After forty years in religious life I ask how did I get to this day? I feel joy and I am blessed that I am able to spend time in personal prayer before Morning Prayer with my community of nine after which I attend Mass in a local church. I recently prepared for the annual Dominican Youth Forum, which takes place in November. The focus of the Forum this year was the encyclical of Pope Francis, Laudato Si, on care of the earth, our common home, which of course also includes the care of our brothers and sisters who are seeking refuge in foreign lands. Teenagers from Dominican Schools all over Ireland, with some of
their teachers, attend this annual event. At the end of the day each school took with them a plant, which they potted, reminding them of their hope to grow in the understanding of ecological issues.
I was born in the beautiful tree-lined village of Killough in County Down and have always felt a little different from others. My mother was born and raised High Church of England. She began her life in Wales, then moved to England; finally settling in Ireland. World War II began when she was a teenager and the family made their home in Ardglass, a place to which they had come for the summers. As well as being high church, she was devout. My father was a conservative Catholic from Downpatrick and equally devout. However, they were different in their attitudes: my mother questioned everything and my father questioned nothing. So we grew up wondering with my mother why priests could not marry, as my mother’s cousin had done, and have a family as well as ministering to their flock. We were told in no uncertain terms by my father that that was not the way it worked. The questions continued: Why were we controlled by so many rules and regulations in the church? Why send the children to Mass on a cold, rainy day? Heresy!
My father had a sprinkling of priests and nuns in the family but my mother had never met a nun until the day she brought me up to see the Dominican Sr Jacqueline before starting my secondary education in Fortwilliam Park. Now there were more questions. My mother was baffled by it all. I honestly think she never completely understood what it meant to be a Sister until the day she died. When I gently broke the news to her, at age sixteen, that I was thinking about becoming a nun, she was stunned. More questions followed. What was the point? Why would I do that with my life? The problem was that I could not really answer her. I was not a bit sure myself but knew that it was a way of life I needed to try.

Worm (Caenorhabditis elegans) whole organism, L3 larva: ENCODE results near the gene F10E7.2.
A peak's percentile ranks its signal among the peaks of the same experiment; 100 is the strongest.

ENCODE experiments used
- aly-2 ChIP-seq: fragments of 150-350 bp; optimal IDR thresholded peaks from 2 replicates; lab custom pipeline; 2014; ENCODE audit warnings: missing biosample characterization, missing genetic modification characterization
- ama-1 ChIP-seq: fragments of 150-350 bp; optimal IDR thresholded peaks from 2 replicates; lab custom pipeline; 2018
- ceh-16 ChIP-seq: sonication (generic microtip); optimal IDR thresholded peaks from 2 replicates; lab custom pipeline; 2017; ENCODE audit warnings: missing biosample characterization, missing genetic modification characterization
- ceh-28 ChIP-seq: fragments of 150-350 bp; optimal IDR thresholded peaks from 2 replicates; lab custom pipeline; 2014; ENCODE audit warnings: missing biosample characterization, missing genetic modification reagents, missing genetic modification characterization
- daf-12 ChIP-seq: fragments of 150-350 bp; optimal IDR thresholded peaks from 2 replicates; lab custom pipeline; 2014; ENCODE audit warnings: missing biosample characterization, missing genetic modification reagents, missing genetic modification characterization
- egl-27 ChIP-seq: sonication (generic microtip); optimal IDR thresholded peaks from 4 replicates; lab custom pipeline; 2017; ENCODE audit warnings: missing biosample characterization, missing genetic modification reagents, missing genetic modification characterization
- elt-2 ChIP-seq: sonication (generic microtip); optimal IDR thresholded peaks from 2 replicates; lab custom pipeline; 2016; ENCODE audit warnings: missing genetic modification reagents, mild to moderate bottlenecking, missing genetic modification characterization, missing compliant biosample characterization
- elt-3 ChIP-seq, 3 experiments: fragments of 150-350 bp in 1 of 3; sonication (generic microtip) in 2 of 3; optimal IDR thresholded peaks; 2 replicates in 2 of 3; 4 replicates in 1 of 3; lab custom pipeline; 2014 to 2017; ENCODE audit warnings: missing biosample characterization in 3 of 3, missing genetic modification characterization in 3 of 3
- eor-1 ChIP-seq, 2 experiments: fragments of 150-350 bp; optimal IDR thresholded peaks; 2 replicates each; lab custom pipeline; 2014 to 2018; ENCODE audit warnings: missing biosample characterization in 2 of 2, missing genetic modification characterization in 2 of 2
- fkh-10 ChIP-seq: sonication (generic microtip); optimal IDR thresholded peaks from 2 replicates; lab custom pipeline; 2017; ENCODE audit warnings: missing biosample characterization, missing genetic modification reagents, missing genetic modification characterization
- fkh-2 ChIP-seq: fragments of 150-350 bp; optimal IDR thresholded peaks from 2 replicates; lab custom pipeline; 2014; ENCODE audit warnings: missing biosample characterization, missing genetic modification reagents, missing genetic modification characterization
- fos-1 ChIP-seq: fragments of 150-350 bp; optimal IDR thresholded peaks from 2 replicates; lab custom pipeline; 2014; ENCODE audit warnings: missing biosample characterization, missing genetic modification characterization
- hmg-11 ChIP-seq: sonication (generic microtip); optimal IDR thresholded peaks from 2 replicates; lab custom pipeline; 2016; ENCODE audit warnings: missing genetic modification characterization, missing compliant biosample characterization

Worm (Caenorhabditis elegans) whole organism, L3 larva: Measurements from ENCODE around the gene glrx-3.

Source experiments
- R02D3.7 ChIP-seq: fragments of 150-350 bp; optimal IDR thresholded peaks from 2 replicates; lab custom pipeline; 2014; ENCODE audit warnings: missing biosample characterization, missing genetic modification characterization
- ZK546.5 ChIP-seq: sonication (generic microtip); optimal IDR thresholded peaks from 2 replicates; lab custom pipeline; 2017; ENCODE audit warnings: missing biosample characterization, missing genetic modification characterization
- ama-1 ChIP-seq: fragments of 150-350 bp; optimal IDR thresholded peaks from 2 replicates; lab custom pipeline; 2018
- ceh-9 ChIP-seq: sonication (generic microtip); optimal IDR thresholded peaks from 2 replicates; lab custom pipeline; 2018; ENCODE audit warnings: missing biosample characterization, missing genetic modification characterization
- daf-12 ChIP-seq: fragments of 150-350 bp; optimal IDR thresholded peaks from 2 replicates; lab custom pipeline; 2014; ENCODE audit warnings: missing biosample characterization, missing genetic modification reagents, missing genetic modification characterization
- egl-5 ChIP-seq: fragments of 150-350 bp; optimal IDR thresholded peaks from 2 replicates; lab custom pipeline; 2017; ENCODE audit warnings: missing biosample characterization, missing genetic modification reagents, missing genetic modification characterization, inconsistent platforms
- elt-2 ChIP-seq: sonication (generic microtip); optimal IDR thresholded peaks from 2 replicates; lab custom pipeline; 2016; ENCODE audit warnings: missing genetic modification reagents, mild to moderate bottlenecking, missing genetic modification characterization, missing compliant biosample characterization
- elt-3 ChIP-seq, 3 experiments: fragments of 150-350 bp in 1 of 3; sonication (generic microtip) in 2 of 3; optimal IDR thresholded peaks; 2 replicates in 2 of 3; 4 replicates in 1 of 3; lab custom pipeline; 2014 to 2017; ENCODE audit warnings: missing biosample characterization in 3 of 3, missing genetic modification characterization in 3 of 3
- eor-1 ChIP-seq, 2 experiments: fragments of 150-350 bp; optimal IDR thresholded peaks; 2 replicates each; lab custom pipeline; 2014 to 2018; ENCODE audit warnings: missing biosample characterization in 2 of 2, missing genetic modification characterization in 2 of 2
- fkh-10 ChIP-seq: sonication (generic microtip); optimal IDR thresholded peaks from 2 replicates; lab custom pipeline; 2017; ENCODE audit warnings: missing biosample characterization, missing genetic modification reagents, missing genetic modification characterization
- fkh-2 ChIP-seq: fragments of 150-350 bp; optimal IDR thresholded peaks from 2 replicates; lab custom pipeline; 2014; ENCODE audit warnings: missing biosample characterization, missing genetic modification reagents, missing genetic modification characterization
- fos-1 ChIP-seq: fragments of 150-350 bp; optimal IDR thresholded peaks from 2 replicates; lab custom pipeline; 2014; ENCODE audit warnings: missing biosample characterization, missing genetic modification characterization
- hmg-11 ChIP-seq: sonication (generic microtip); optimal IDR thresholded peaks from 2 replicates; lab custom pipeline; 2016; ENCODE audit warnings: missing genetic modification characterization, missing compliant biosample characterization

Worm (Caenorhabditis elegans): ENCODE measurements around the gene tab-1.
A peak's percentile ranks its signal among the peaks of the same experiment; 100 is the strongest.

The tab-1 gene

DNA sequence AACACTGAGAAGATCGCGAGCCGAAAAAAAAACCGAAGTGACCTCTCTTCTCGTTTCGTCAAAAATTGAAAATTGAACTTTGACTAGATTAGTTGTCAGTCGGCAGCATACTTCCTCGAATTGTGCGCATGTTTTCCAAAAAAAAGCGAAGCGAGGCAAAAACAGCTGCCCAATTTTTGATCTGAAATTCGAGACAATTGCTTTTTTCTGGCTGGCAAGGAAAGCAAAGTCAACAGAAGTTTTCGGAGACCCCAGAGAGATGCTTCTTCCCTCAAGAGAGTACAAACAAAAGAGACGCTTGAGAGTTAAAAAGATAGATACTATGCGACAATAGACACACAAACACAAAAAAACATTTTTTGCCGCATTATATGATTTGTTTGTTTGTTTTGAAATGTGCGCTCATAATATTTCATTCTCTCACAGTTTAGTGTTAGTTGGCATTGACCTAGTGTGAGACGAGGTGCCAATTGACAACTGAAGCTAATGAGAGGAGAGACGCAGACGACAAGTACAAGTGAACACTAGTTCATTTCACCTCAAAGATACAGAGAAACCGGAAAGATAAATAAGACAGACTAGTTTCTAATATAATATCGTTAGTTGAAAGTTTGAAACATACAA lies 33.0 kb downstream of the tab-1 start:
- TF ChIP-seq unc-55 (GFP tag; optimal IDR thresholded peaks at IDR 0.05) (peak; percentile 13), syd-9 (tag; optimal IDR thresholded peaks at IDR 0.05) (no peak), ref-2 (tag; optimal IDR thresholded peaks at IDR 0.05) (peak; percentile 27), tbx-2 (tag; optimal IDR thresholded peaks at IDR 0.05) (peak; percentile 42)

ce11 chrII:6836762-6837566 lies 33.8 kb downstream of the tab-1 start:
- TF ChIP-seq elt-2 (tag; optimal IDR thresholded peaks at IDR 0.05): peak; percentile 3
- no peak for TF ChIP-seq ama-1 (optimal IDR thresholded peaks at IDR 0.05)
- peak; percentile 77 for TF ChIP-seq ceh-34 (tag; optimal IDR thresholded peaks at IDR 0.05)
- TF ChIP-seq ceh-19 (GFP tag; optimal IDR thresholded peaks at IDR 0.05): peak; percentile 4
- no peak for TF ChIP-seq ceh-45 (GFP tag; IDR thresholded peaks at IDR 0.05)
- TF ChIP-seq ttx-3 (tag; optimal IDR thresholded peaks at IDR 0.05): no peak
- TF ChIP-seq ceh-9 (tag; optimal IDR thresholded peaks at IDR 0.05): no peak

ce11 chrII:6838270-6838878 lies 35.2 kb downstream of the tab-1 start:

After my years of formation in Dublin, I went to teach in Galway. But five years later, I went to South America, first to Bolivia to learn Spanish and then to Argentina. There I encountered a model of church my mother would have understood. It was the people’s church. I lived in a rural town, which had six small communities. We lived and prayed together. Even though some of the people could not read, they understood the message of Jesus, which was read to them sometimes by their children. The Bible had pride of place in their home and it did not gather dust. At the weekend Mass, having reflected on the scripture readings in community during the week, they understood what they were all about. We walked together through joys and sorrows. Though a bout of typhoid fever brought me back to Ireland after twelve years I still appreciate that model of church and hold my mother’s questionings close to my heart.
One day in the future I may wake up to the cocks crowing in South America and after some personal prayer join my community (townspeople and sisters) for Morning Prayer. Who knows how that day may evolve?